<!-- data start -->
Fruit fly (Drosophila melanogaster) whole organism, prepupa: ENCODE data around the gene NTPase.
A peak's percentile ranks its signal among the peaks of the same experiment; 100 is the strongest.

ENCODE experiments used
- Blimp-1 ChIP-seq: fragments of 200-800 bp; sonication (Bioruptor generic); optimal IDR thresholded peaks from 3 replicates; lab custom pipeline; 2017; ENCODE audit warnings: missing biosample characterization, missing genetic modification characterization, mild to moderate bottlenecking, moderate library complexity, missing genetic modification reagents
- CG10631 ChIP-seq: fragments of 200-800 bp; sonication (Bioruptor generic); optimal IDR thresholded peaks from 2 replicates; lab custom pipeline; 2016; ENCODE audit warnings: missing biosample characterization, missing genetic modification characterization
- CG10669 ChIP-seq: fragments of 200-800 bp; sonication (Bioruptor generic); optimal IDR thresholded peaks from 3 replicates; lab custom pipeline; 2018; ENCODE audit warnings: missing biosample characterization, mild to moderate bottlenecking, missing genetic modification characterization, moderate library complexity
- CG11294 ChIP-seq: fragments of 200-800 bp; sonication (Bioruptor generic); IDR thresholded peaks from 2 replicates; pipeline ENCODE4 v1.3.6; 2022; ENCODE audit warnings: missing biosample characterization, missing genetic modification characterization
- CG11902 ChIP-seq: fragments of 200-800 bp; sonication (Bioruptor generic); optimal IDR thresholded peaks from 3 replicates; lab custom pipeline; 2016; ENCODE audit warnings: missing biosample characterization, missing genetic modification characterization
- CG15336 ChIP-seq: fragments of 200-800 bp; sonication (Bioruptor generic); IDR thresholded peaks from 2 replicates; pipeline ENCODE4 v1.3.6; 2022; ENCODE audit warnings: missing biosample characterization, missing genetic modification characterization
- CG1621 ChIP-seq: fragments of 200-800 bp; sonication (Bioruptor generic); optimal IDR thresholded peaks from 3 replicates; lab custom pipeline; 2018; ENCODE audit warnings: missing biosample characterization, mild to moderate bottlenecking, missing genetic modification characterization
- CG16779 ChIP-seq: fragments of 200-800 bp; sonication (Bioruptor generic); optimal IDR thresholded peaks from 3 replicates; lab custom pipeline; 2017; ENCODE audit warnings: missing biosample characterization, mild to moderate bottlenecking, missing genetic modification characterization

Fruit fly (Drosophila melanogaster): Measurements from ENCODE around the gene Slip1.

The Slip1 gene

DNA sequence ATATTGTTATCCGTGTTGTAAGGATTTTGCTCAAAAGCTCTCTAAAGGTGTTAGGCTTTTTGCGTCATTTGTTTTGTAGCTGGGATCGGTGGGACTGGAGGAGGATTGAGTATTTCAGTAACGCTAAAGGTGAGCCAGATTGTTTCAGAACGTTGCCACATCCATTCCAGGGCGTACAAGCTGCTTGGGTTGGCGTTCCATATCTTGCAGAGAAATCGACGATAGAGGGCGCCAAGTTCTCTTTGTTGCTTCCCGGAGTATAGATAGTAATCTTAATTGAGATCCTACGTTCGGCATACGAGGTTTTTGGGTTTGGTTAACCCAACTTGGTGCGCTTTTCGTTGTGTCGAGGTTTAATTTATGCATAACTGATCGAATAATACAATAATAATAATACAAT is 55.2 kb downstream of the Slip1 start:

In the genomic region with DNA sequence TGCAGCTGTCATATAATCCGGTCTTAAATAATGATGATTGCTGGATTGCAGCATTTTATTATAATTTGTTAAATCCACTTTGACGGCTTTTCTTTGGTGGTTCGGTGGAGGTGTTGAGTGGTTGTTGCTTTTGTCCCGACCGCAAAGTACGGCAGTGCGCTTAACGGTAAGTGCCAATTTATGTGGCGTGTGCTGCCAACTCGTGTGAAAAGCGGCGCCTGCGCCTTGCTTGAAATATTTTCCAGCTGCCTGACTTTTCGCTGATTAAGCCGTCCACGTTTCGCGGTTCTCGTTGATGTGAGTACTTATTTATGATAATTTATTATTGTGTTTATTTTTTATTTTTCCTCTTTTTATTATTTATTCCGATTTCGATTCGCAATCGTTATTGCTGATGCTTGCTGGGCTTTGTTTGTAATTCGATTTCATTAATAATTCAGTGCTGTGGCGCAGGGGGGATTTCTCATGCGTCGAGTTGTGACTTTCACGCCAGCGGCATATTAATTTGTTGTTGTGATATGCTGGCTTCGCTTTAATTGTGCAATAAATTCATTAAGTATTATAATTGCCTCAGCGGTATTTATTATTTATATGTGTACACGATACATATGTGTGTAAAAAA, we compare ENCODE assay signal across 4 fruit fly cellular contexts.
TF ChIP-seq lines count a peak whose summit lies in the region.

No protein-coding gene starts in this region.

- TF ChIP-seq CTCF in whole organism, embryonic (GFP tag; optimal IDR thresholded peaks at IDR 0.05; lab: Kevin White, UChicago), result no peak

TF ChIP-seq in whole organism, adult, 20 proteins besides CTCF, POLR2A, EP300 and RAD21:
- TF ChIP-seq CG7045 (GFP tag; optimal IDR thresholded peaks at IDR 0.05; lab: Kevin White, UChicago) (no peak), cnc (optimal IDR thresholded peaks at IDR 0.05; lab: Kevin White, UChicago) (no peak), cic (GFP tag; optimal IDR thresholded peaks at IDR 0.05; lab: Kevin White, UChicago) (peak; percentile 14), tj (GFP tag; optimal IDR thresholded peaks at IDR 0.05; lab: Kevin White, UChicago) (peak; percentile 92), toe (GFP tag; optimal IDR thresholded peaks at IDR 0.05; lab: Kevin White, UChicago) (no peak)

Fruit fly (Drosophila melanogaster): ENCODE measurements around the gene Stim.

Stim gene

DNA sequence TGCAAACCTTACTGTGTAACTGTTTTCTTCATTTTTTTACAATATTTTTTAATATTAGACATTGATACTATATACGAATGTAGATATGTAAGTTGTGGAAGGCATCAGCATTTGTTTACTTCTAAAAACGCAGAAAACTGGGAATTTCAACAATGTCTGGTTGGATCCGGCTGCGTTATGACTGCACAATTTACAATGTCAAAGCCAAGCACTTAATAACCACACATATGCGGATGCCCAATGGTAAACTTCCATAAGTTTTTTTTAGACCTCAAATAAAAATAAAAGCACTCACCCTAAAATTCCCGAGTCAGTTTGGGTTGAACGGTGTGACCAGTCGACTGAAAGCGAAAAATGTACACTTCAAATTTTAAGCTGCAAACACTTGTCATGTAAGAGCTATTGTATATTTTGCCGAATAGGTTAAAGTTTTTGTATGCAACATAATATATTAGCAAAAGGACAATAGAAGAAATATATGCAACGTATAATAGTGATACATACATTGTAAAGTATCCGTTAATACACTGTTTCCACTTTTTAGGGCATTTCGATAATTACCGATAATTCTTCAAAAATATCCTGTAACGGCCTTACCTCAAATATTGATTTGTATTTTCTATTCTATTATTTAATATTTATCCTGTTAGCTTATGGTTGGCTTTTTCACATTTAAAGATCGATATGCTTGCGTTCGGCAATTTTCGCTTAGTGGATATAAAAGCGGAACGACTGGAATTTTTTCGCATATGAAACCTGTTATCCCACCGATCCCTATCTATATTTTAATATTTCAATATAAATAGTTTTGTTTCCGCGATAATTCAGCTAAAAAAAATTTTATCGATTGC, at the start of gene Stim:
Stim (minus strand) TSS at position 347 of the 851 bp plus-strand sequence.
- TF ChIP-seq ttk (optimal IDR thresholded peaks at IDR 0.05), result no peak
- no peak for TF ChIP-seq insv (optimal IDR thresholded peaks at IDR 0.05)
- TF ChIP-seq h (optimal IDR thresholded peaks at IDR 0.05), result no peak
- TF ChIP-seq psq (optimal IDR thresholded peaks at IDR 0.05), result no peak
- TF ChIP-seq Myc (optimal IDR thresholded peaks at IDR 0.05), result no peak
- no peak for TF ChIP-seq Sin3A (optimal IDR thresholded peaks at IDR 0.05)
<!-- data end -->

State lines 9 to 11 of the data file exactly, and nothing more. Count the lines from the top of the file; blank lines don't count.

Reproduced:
- CG15336 ChIP-seq: fragments of 200-800 bp; sonication (Bioruptor generic); IDR thresholded peaks from 2 replicates; pipeline ENCODE4 v1.3.6; 2022; ENCODE audit warnings: missing biosample characterization, missing genetic modification characterization
- CG1621 ChIP-seq: fragments of 200-800 bp; sonication (Bioruptor generic); optimal IDR thresholded peaks from 3 replicates; lab custom pipeline; 2018; ENCODE audit warnings: missing biosample characterization, mild to moderate bottlenecking, missing genetic modification characterization
- CG16779 ChIP-seq: fragments of 200-800 bp; sonication (Bioruptor generic); optimal IDR thresholded peaks from 3 replicates; lab custom pipeline; 2017; ENCODE audit warnings: missing biosample characterization, mild to moderate bottlenecking, missing genetic modification characterization